If we were to measure anything, we should measure how much progress is being made by a manufacturer for that particular make and model.  If the auto makers make a truck 250% more efficient than last year’s model, they should be rewarded.  If they can’t make money producing small compact cars, don’t force them to make them.  Let the imports fill that market and let the US automakers focus on making their breadwinners, the trucks and SUVs better.

The bottom line is that consumers are already demanding more efficient vehicles.  Let that demand drive what is produced and sold in the US.  Don’t regulate for the sake of regulating and sign the death sentence for the US auto industry.  We need real changes in the policies of our country, not more well intentioned but horribly executed Politics 101, pipe-dream nonsense from our leaders in Washington.

A Great Example of the Free Market

January 11, 2009

This weekend, during the NFL Playoff games, I was bombarded with truck commercials from Toyota, Ford, Dodge and Chevy.  Each was touting their own features and downplaying those of their competitors, and all four talked about their great fuel economy.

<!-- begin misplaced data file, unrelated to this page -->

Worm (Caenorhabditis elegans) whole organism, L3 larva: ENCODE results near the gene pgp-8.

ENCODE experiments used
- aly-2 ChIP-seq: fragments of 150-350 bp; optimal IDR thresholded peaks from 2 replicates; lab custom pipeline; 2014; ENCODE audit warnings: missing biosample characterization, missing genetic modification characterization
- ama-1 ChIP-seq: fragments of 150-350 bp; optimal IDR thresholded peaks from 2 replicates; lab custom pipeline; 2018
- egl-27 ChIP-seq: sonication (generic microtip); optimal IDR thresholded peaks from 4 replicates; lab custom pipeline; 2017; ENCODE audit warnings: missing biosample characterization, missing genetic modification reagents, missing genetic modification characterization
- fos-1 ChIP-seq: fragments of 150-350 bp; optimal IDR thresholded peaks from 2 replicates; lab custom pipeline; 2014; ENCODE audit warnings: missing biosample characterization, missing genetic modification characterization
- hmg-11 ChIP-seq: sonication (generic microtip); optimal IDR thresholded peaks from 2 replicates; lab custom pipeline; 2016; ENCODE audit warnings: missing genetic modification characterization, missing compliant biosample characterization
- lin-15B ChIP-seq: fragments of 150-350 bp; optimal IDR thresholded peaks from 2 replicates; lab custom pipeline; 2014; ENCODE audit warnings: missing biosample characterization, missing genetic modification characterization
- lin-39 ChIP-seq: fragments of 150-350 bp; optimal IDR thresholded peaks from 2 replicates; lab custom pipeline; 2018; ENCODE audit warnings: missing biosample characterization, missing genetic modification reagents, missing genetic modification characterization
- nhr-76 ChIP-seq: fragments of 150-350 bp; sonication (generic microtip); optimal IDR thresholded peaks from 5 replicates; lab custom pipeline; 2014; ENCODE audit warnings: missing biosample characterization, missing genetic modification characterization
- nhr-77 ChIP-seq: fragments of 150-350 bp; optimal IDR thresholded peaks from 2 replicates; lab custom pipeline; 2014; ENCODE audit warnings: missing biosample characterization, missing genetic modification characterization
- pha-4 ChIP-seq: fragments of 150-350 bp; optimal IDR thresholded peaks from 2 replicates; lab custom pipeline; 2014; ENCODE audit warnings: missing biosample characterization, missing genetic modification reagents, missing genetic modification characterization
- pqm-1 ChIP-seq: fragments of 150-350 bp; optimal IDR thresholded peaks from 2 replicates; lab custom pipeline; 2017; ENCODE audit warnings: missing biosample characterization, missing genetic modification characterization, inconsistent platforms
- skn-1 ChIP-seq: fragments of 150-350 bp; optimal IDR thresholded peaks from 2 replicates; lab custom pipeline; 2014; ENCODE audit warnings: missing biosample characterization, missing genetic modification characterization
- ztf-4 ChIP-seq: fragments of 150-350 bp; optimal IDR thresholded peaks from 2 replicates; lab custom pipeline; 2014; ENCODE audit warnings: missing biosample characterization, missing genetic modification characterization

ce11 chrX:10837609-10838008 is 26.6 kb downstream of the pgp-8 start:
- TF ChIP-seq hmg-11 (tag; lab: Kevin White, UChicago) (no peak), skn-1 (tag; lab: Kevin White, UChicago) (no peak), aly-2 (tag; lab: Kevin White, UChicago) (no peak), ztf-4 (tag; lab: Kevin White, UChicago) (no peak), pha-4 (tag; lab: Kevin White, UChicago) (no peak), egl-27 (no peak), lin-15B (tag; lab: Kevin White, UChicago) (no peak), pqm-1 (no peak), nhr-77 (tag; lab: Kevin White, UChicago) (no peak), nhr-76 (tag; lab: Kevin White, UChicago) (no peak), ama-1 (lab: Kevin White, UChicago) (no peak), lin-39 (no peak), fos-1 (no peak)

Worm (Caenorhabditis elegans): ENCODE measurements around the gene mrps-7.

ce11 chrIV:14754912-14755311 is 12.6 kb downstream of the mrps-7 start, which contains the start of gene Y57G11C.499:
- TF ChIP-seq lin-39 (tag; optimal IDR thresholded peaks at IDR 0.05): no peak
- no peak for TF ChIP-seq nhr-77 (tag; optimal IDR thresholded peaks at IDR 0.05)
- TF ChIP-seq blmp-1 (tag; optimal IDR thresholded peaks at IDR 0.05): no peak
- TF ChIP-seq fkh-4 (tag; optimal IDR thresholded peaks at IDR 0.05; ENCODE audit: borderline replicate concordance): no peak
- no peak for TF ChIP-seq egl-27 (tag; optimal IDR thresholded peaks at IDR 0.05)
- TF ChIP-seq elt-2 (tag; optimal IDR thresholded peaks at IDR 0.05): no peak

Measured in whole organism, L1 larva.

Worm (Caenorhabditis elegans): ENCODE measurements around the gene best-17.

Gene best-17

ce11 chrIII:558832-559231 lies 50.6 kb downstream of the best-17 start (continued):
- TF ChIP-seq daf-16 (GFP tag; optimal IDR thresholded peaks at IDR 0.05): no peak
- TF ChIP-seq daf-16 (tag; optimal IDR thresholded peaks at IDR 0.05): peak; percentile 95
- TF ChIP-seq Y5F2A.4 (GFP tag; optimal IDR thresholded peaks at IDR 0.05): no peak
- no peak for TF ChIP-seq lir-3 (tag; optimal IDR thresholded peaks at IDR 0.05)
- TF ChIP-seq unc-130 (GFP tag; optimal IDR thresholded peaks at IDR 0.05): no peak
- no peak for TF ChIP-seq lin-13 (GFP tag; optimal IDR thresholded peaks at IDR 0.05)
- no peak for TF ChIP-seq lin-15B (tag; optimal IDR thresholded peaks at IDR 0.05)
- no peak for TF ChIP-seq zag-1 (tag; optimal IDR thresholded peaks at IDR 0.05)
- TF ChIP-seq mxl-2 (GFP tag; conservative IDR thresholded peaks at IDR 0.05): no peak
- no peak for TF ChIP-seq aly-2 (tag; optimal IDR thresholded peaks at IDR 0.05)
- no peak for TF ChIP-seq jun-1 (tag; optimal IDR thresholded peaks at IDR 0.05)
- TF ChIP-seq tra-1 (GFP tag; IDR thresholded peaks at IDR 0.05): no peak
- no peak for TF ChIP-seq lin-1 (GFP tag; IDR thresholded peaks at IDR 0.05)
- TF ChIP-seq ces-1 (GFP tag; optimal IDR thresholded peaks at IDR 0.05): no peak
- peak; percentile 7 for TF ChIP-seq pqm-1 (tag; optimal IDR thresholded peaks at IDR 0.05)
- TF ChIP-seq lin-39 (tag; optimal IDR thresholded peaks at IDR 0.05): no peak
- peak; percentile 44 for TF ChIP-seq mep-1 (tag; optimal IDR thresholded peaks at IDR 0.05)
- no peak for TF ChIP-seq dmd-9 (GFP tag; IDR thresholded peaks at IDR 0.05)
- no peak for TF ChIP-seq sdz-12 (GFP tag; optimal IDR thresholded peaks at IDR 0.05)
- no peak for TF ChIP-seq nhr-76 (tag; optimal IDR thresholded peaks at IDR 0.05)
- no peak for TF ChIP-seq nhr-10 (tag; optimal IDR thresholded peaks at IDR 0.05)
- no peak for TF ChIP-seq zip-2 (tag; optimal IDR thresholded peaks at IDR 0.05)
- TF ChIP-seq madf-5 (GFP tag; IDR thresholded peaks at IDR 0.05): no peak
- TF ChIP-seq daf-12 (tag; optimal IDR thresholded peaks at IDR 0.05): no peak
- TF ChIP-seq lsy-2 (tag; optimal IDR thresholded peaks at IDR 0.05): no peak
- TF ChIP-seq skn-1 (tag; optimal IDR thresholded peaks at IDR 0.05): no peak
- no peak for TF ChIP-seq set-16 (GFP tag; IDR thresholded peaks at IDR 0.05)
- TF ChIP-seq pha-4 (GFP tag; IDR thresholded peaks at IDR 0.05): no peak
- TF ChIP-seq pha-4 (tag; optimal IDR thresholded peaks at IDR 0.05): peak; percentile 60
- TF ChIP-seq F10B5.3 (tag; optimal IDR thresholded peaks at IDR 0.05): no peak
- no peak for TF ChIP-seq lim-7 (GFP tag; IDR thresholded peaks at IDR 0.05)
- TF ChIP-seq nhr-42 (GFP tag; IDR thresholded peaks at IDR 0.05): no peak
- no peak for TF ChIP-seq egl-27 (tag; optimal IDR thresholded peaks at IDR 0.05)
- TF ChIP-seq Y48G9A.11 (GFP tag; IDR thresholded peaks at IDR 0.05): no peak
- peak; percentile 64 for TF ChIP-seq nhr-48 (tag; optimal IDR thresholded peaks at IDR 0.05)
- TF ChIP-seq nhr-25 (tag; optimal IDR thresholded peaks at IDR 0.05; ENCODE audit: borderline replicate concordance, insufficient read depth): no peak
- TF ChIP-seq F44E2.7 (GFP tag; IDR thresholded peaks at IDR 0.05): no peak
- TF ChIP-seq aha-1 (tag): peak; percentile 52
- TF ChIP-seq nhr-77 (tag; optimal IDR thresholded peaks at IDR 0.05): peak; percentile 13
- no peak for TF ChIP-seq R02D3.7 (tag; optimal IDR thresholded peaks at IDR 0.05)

This is a perfect example of the free market at work.  First, when Toyota came out with their new Tundra, and their new commercials (the see saw and braking ones, etc) the American automakers didn’t have an answer.  Now, they have all innovated to create new features to compete with the Tundra.

Secondly, when consumers demanded better fuel efficiency, the truck makers had to listen, and now all of these full size trucks are getting over 20 miles per gallon, highway, even with a V8.  The fact that they made these trucks so much more efficient so quickly shows how innovative the automakers can be.

The best part?  All of this was done without any sort of government intervention or mandates.  In order to sell their trucks, Toyota upped the ante with the Tundra and their marketing campaign, and the American companies countered with their own new features.  Then when oil and gas shot through the roof, they innovated again to make their trucks more efficient.  It was purely a function of the free market and competition.  Capitalism at it’s best.